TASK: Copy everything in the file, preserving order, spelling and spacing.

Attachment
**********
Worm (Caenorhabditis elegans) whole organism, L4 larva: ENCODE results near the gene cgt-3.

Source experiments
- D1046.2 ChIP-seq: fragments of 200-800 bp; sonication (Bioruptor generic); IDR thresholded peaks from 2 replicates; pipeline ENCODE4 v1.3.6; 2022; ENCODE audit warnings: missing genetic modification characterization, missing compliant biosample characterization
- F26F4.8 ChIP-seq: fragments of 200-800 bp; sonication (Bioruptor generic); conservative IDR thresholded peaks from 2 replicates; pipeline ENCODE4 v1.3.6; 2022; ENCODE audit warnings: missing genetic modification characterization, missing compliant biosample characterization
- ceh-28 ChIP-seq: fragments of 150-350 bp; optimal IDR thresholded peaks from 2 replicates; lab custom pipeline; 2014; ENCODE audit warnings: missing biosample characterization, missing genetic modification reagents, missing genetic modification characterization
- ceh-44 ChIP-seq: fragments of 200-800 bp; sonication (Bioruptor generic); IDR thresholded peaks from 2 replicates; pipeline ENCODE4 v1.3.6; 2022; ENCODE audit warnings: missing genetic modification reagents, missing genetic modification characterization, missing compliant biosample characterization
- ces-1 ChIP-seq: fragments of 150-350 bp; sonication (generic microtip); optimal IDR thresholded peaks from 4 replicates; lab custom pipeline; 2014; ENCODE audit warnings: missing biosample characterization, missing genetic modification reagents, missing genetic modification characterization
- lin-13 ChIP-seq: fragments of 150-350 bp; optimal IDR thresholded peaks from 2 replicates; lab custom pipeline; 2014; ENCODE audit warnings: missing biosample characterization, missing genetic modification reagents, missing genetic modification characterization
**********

Worm (Caenorhabditis elegans) whole organism, L4 larva: ENCODE results near the gene cgt-3.

Source experiments
- D1046.2 ChIP-seq: fragments of 200-800 bp; sonication (Bioruptor generic); IDR thresholded peaks from 2 replicates; pipeline ENCODE4 v1.3.6; 2022; ENCODE audit warnings: missing genetic modification characterization, missing compliant biosample characterization
- F26F4.8 ChIP-seq: fragments of 200-800 bp; sonication (Bioruptor generic); conservative IDR thresholded peaks from 2 replicates; pipeline ENCODE4 v1.3.6; 2022; ENCODE audit warnings: missing genetic modification characterization, missing compliant biosample characterization
- ceh-28 ChIP-seq: fragments of 150-350 bp; optimal IDR thresholded peaks from 2 replicates; lab custom pipeline; 2014; ENCODE audit warnings: missing biosample characterization, missing genetic modification reagents, missing genetic modification characterization
- ceh-44 ChIP-seq: fragments of 200-800 bp; sonication (Bioruptor generic); IDR thresholded peaks from 2 replicates; pipeline ENCODE4 v1.3.6; 2022; ENCODE audit warnings: missing genetic modification reagents, missing genetic modification characterization, missing compliant biosample characterization
- ces-1 ChIP-seq: fragments of 150-350 bp; sonication (generic microtip); optimal IDR thresholded peaks from 4 replicates; lab custom pipeline; 2014; ENCODE audit warnings: missing biosample characterization, missing genetic modification reagents, missing genetic modification characterization
- lin-13 ChIP-seq: fragments of 150-350 bp; optimal IDR thresholded peaks from 2 replicates; lab custom pipeline; 2014; ENCODE audit warnings: missing biosample characterization, missing genetic modification reagents, missing genetic modification characterization